Ed and Alice Parmalee still occupy the same ranch-style home they have lived in for years, but they have become unhappy, uncommunicative strangers since the death of their only child seven years earlier. Alice blames Ed for Stacy's suicide because he insisted that she receive medication for her severe depression. No one knows for sure if it was the side effects of the medication, or if Stacy had been determined to end her life anyway. Still, Ed receives the silent treatment from Alice. Forced into early retirement five years previously, he invents errands to get himself out of the house, away from Alice and her deep-seated grief. There are so many unresolved issues between Ed and Alice that the tension surrounding them is palpable. They both feel miserable, and neither can figure out how to change that.
"It is quite possible that readers will fall in love with the amazingly perceptive Sheltie, who can interpret a person's needs and feelings, and give love and companionship when and where it is most needed."
Justine is in fourth grade when her mother dies suddenly. Her father soon marries Adele, a divorced neighbor who sets her sights on the new widower and his assets. He always seems to take Adele's side in any problem that arises between Justine and her stepmother, and he shows favoritism to his stepson. Justine feels doubly abandoned: no mother, and now a father who never considers her needs. So, right after graduation, she strikes out on her own. A brief marriage and a child quickly follow and then Justine is on her own, working a series of jobs trying to support her son. Her relationships with men are rather haphazard and brief, because none of them seem interested in a woman with baggage --- in this case, a child.
Justine has sent her teenage son to live with his father for one summer, but then he refuses to return home when school begins. Once again, Justine is alone and adrift. Then she takes in a puppy named Mack, a Blue Merle Sheltie. He is an easy dog to train and gives her unconditional love and companionship. Justine teaches her furry partner how to dance, and they perform canine freestyle --- a form of dancing involving one person and one dog. The dance partners have a wonderful time performing, and Mack loves the cheers and applause.
A phone call out of the blue --- from Adele in New Bedford, near Boston, telling Justine that her father is dying --- sets the stage for what becomes a horrendously complicated cross-country journey. In order to take Mack with her and spend as little money as possible, Justine pays Arnie, a long-distance trucker, $300 to drive her and Mack from Seattle to New Bedford. Arnie abandons Justine at a truck stop near Cleveland and speeds off, not realizing the dog is still in the truck. When Arnie discovers Mack, the unpleasant man drags the dog from the truck and drop-kicks him down a steep embankment near the Massachusetts Turnpike. And the drama picks up tempo when a one-legged motorcyclist/violinist at the truck stop offers to help Justine try to catch up with the speeding truck.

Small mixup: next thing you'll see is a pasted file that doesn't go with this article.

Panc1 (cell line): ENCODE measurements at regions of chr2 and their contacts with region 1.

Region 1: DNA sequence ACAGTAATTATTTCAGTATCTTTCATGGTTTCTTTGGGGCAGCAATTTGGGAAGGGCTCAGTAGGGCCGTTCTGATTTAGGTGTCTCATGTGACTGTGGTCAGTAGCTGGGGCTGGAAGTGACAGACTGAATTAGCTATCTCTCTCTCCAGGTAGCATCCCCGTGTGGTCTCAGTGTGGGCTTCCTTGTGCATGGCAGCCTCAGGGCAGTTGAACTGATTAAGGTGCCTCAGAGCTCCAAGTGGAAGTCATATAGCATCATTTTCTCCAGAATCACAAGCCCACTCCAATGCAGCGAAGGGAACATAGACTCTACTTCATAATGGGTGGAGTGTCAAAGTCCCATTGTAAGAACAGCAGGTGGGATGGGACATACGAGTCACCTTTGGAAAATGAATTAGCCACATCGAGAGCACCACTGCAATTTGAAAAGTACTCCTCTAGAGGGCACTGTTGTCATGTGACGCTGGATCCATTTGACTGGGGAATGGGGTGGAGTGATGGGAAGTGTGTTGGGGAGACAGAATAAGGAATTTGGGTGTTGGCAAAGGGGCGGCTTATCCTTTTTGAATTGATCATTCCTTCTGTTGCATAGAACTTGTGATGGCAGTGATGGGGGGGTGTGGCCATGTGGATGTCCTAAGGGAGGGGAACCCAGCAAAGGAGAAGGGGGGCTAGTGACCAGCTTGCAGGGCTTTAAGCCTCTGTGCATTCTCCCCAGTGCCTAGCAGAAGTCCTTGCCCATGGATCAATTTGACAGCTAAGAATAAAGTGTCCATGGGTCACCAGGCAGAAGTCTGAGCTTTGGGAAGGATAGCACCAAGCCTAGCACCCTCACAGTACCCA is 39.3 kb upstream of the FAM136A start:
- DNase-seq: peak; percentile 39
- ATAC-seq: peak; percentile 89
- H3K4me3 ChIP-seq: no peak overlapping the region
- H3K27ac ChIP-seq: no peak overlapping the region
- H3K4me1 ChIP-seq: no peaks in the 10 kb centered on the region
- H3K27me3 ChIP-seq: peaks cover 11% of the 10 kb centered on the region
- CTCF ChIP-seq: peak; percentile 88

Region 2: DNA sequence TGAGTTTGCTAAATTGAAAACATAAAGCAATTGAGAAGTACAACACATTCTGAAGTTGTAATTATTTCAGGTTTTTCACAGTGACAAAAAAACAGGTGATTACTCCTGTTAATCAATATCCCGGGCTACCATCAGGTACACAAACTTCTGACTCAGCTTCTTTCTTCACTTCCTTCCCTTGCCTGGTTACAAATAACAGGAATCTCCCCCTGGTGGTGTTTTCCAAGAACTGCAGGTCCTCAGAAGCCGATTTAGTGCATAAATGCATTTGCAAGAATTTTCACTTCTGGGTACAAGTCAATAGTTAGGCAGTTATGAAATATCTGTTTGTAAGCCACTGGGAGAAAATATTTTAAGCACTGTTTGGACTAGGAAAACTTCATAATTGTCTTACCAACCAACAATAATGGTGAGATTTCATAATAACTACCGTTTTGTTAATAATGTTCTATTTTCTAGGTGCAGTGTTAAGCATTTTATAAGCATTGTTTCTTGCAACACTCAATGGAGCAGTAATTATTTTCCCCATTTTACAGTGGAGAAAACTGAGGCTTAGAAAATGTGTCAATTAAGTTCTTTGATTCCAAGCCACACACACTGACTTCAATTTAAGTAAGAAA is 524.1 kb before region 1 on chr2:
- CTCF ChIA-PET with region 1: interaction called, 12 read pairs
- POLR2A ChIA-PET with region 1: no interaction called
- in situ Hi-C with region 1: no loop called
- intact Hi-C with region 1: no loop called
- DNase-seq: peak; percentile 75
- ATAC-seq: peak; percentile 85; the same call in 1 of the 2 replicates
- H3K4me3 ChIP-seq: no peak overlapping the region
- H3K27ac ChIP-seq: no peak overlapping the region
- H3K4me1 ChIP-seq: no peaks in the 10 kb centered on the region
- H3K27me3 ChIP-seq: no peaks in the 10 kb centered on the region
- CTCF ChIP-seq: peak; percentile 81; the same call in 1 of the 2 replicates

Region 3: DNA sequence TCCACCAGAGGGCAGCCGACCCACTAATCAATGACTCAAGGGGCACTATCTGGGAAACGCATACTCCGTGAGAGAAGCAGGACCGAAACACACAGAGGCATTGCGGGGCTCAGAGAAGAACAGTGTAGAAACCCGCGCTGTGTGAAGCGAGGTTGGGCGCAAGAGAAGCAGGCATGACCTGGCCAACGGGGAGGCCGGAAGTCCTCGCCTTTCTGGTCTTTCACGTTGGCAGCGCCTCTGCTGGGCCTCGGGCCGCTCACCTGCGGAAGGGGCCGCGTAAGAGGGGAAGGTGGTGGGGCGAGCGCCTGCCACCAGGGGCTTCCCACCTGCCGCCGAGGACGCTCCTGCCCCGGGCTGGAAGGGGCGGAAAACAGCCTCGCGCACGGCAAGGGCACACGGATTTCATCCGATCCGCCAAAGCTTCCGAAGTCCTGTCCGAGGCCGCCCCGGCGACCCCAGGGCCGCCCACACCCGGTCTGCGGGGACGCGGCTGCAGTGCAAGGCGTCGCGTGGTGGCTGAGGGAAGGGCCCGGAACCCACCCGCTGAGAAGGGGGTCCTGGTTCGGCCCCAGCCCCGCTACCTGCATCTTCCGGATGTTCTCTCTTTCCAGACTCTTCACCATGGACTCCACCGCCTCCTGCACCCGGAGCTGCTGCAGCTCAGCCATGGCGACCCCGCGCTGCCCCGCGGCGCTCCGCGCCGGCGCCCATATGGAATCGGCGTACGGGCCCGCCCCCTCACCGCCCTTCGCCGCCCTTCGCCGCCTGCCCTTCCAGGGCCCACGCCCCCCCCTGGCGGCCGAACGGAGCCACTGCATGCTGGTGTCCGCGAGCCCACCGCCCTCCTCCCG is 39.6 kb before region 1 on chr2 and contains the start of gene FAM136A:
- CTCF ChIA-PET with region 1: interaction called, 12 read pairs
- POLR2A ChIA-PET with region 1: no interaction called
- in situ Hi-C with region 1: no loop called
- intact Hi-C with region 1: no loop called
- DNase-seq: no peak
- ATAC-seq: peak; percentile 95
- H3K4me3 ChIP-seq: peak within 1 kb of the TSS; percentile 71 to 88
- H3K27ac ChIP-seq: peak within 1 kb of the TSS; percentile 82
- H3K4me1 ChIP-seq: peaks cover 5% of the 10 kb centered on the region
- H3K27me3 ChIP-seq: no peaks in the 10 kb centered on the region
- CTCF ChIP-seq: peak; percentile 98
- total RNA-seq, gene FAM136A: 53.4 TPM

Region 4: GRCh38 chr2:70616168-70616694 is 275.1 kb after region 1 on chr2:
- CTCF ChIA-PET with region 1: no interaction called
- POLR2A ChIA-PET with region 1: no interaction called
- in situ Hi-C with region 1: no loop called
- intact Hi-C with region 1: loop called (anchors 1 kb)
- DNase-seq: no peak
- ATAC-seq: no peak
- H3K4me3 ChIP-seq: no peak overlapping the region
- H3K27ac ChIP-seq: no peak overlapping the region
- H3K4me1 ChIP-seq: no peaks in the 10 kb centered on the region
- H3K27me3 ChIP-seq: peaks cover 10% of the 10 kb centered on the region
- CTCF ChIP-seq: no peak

Being a very well-trained dog, Mack waits for Justine at a spot that in his mind resembles the park where she used to take him. Mack feels certain that Justine will come back for him, so he waits and waits. Both Ed and Alice drive past the cemetery entrance and notice the Sheltie who seems to be waiting for someone. The next day, Alice returns to the cemetery, gains Mack's trust, feeds him, and takes him home.
Now there is a frantic owner trying to track down and locate by any means possible the 18-wheeler and its driver, and her dear dog. The Parmalees are trying --- but hoping not --- to find the dog's owner. They have dubbed the pooch Buddy, and although he enjoys the safety of their home as well as the Kibble and their kindness, he keeps waiting for Justine to come and take him home or for the Parmalees to take him to Justine. He tries to tell Ed and Alice what he wants, but they don't understand his subtle hints and suggestions any better than he understands most of their tongue language.
Justine narrates her part of the story. The Parmalees are discussed in the third person. And Buddy/Mack's thoughts and feelings naturally are translated so readers can understand him. The book, with all its twists and turns, will certainly hold their interest. It is quite possible that readers will fall in love with the amazingly perceptive Sheltie, who can interpret a person's needs and feelings, and give love and companionship when and where it is most needed.
Reviewed by Carole Turner on May 17, 2012
The Dog Who Danced